- Many people value experiences over things. Instagram-able vacations are one such experience, but not everyone can afford it, especially not cash-strapped millennials.
- With student debt, high living costs, and record levels of credit-card debt, many Americans are looking for ways to pay for their travel splurges.
- Uplift is a startup that partners with travel websites like Kayak and airlines like Southwest and Spirit to offer monthly payment plans for travel loans.
- Affirm, founded by PayPal cofounder Max Levchin, offers a no-fee point-of-sale (PoS) financing. The startup partners with many retailers, and for buy now, pay later travel. Affirm has partnered with Delta Air Lines and travel websites like Expedia and Priceline.
- Online lenders like BestEgg, Earnest, LendingClub, and Goldman’s Marcus all offer a category of unsecured personal loans to finance vacations.
- From vacation financing startups to point-of-sale lenders to traditional personal loan providers, we found 10 ways you can travel now, pay later.
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For many, experiences are more valuable than things.
Instagrammable travel has become just as much of a status symbol as a designer watch or fancy car. And a healthy dose of social media-induced FOMO may inspire people to book trips of their own.
But that doesn’t mean everyone can afford aspirational travel — and the likes and followers that come with it.
Millennials, for one, are facing an affordability crisis. With looming student debt and rising costs of living, millennials often can’t afford to splurge on a trip to photogenic destinations like Iceland or Japan.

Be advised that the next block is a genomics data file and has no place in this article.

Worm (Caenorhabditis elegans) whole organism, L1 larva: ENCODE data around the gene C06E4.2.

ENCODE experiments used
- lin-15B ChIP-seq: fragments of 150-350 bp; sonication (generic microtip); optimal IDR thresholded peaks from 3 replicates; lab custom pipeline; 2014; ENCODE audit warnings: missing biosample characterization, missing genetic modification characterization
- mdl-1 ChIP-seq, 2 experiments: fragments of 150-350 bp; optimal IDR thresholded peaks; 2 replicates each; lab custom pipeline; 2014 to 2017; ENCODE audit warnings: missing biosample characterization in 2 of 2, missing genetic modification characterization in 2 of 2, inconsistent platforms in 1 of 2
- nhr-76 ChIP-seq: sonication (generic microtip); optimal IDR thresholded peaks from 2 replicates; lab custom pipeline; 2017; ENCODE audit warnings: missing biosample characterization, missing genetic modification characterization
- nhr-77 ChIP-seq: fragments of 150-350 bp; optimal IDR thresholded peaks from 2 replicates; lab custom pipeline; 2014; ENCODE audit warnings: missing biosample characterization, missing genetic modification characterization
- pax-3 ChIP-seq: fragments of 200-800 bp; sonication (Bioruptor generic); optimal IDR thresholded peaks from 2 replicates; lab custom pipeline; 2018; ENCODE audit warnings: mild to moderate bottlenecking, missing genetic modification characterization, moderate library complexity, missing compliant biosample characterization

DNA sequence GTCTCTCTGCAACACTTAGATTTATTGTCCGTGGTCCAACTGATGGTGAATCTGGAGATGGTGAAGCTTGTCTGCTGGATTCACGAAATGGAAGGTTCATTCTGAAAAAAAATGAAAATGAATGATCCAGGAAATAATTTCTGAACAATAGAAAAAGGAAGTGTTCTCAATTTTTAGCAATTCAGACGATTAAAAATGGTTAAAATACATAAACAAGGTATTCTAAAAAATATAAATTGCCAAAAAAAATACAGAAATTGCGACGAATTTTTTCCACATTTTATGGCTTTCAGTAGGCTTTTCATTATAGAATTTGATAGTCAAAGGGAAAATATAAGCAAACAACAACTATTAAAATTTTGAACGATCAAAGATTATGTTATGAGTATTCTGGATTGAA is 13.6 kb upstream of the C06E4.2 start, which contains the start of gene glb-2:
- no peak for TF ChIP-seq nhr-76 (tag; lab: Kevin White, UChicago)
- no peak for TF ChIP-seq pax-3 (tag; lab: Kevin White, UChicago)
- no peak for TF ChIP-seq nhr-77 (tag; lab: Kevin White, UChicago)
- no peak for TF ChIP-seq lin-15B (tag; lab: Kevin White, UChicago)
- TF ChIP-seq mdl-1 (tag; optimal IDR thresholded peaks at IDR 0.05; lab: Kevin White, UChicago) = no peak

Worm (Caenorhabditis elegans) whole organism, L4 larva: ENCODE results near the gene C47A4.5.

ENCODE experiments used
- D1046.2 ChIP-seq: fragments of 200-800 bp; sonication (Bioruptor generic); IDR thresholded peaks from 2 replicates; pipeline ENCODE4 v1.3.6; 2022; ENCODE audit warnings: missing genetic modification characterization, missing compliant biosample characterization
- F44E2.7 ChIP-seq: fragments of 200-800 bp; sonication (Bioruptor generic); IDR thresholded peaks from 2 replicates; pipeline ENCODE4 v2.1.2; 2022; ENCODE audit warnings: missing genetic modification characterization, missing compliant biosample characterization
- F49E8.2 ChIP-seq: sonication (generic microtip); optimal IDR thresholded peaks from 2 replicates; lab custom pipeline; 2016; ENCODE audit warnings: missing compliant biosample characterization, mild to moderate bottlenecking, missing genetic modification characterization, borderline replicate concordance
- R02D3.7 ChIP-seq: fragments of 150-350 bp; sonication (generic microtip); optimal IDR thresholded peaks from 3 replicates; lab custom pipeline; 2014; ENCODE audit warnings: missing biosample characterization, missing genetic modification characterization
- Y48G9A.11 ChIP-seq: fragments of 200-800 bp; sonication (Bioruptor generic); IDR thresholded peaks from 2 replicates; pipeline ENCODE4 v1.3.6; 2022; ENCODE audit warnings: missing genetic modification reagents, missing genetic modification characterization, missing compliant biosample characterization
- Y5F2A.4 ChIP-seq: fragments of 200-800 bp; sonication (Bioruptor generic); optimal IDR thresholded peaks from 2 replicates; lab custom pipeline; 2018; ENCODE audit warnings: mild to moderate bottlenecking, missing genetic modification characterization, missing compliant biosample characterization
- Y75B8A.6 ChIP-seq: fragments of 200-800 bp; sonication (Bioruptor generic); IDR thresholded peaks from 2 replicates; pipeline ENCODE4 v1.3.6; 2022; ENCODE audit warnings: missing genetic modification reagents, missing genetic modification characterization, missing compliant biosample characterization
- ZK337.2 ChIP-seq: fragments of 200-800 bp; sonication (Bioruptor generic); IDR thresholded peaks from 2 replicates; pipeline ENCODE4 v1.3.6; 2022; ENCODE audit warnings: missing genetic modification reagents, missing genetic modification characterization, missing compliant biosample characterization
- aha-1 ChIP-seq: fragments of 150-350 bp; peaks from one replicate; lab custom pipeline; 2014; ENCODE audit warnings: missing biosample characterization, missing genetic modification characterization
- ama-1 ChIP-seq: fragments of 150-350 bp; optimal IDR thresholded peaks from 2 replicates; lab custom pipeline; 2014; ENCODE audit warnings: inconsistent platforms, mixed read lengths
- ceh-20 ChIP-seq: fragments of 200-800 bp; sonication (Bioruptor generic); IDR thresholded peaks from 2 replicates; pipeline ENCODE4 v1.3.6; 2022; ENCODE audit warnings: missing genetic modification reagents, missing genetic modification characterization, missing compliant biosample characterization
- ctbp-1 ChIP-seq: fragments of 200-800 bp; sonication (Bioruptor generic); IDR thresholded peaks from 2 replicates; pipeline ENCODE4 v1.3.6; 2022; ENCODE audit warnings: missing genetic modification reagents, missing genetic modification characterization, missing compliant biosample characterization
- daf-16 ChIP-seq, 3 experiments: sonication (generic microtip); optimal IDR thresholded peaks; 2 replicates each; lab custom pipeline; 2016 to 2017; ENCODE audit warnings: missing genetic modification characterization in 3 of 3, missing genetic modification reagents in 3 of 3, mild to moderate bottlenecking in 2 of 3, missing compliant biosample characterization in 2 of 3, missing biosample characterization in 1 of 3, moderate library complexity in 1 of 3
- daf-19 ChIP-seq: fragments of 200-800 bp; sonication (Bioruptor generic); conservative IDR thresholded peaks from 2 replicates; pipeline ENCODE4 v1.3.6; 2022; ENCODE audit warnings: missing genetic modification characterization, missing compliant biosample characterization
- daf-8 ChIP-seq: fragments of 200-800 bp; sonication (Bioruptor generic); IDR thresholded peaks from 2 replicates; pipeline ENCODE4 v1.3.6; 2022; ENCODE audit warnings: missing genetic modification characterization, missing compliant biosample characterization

And its not just millennials that struggling. In the US, credit-card debt has reached a record high of $930 billion, as reported by the Wall Street Journal. It’s a double-edged sword. More spending means a strong economy, but if people can’t pay off those debts, there may be trouble.
Startups, travel sites, and lenders are all offering options for you to pay off Instagram-worthy trips.
Here’s a look at 10 different ways you can buy now and pay later for a vacation.
Uplift is a startup that partners with travel websites like Kayak and airlines like Southwest and Spirit to offer monthly payment plans for travel loans.
The loans have fixed rates ranging from 7% and 36% depending on a users’ credit profile. There are no prepayment fees, and the minimum loan is $300.
Uplift has raised over $470 million in both debt and equity financing. Its investors include LaunchCapital (Revel, Snapchat, Spotify), Ridge Ventures (Bolt, Indiegogo, ThirdLove), and DNX Ventures (Joymode, Nauto, Zum).
Affirm, founded by PayPal cofounder Max Levchin, offers a no-fee point-of-sale (PoS) financing. The startup partners with many retailers, and for buy now, pay later travel. Affirm has partnered with Delta Air Lines and travel websites like Expedia and Priceline.
Affirm’s loans are typically offered with three, six, or 12-month terms at an annual percentage rate between 0% and 30%, depending on a user’s credit. The startup doesn’t charge deferred interest or late fees, but it does report to credit bureaus, so late payments could ding users’ credit scores.
With a $2.9 billion valuation, Affirm has raised $800 million to date from investors including Andreessen Horowitz (Airbnb, Instacart, Lyft), Lightspeed Venture Partners (Carta, Grubhub, Snap), and Spark Capital (Glossier, Postmates, Warby Parker).
American Airlines Fly Now